We are writing to express our concern over the removal of the graphic novel Sidescrollers (Oni Press) from high school summer reading lists in the Enfield School District. We are concerned both with the merits of the removal of the book from the list, and with the procedures the district followed in taking this action.
As we understand it, the District requires a written request for reconsideration, which triggers a review of the challenged material by a committee to evaluate the merits of the material and make a recommendation to the Board of Education. None of these steps was taken in the present case. The ban was triggered by a verbal complaint from a person who is not even the parent of a child in the school. The District’s policy contemplates challenges only by parents. It states that “no parent nor group of parents has the right to negate the use of educational resources for students other than his/her own child.” (6163.1a) (Emphasis added.) This is a reasonable restriction, since it allows complaints to be resolved by providing alternative assignments, rather than restricting the access of all students because of the concerns of some parents. In the case of the summer reading list, five alternatives were already offered.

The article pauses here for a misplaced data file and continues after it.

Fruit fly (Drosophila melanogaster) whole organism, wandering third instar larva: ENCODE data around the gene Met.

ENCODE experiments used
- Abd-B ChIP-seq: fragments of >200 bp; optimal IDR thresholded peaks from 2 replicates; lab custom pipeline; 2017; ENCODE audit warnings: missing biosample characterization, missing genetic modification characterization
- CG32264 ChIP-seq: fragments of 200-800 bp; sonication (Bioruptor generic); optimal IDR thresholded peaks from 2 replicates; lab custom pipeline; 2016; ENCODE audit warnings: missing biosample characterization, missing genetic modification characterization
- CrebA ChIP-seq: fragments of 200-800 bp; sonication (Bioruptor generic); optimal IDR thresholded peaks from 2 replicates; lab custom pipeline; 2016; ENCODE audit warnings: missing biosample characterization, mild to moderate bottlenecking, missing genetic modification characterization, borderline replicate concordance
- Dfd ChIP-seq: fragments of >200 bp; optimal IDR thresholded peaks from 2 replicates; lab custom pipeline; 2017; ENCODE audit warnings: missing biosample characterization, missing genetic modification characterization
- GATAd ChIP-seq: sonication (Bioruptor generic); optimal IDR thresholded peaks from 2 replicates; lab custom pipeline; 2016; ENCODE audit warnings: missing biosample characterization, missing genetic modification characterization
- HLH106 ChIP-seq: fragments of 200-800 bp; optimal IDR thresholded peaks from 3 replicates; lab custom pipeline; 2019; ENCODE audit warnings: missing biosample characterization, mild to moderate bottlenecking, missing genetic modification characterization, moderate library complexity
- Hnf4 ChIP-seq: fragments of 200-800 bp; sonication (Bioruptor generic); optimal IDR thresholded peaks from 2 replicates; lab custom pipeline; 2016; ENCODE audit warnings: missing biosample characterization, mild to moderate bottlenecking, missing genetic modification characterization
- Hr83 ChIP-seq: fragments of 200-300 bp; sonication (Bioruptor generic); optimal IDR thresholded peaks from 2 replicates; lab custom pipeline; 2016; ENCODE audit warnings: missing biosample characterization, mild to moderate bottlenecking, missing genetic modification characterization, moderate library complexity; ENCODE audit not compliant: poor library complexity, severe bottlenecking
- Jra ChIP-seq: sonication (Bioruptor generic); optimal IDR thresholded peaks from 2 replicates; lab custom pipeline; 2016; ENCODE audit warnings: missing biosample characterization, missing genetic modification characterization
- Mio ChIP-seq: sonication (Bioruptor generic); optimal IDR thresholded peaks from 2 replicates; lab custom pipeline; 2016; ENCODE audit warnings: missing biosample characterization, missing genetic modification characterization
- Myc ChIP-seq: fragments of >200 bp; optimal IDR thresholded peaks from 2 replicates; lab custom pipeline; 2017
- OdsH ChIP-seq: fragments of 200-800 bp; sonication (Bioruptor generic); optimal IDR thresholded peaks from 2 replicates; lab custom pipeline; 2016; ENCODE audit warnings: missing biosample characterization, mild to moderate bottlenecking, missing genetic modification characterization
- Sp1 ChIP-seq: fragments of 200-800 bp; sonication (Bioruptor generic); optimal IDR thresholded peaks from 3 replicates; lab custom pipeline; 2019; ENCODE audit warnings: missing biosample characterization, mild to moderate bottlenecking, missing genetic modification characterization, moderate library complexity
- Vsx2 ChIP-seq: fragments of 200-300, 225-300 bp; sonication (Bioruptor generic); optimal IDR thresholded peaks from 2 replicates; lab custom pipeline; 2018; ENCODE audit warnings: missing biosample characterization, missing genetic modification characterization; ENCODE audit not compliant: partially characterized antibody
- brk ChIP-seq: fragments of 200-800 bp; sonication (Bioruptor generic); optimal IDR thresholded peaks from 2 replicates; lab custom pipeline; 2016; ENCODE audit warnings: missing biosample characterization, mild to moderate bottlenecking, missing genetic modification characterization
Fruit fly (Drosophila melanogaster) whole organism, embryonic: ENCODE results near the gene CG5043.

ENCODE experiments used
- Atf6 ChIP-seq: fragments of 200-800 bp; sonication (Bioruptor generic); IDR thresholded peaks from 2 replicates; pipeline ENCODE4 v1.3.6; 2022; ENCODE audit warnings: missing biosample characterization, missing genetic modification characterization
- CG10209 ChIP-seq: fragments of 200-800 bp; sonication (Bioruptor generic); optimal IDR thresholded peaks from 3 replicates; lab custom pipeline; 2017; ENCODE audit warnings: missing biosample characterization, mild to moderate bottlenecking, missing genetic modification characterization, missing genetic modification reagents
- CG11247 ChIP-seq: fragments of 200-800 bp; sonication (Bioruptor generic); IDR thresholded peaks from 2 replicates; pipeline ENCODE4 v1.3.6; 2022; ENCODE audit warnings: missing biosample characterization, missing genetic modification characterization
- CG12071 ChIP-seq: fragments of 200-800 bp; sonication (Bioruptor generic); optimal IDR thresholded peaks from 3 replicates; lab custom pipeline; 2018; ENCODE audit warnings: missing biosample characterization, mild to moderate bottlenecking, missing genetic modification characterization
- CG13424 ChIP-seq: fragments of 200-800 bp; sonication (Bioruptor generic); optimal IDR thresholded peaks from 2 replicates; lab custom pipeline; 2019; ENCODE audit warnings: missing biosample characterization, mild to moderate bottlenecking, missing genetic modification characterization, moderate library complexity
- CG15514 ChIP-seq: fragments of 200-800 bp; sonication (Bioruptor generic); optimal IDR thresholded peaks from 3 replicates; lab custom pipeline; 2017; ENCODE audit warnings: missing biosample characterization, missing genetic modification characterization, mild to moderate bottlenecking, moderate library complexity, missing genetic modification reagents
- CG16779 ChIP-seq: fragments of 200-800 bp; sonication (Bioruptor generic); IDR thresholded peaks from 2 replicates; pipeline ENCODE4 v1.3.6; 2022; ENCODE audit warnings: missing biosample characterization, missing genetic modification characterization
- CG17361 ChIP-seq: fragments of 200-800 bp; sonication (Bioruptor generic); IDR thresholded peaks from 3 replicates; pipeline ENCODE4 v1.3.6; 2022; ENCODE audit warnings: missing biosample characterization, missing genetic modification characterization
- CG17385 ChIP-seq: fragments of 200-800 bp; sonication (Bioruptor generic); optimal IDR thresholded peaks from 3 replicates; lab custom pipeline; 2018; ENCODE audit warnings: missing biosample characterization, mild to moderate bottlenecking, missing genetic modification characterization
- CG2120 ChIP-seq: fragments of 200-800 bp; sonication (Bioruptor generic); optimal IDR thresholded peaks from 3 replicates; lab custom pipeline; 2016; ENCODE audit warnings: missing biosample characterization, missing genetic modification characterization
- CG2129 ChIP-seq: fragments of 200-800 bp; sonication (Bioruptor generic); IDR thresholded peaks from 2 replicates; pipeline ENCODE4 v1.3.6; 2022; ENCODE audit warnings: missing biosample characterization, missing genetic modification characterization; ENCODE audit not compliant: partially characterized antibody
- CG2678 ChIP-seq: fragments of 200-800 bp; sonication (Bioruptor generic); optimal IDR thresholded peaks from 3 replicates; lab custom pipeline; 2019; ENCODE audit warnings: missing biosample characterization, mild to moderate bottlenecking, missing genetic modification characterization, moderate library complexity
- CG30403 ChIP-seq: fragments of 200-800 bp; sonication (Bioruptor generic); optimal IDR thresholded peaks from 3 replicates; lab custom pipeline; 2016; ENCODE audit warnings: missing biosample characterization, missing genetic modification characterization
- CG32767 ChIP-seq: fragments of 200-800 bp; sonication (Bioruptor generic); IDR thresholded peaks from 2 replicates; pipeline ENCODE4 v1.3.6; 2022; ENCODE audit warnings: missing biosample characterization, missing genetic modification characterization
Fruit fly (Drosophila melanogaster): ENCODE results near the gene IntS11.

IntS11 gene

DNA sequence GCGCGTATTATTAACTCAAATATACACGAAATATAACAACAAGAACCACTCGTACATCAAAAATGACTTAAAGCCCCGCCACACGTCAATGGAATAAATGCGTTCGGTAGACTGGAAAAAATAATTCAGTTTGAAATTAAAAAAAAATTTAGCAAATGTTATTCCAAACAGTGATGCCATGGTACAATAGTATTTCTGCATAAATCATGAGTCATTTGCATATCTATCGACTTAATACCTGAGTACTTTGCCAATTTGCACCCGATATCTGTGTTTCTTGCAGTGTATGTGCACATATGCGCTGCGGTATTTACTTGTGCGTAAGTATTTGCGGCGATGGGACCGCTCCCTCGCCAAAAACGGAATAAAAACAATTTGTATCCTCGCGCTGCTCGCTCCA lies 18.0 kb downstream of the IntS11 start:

In removing the book, you have allowed the vocal complaints of one resident —not even a parent—not only to dictate what texts student may read and discuss but to undermine the judgment of your professional staff. The teachers of Enfield and Enrico Fermi high schools have been compiling summer reading lists based on professional reviews and the opinions of Media Specialists without controversy for years. Sidescrollers has been an item on the reading list for several years, since the graphic novel category was introduced.
Sidescrollers, Matt Loux’s popular graphic novel about three slacker friends was named one of the Top Ten Great Graphic Novels for Teens in 2008 by the American Library Association. The book’s anti-bullying and anti-drinking message is delivered in a way that teens find organic rather than preachy, through dialogue that approximates the way these characters would really speak to one another. For that reason, it speaks to young people—and specifically to students who might be reluctant readers—in a way that more sanitized texts might not.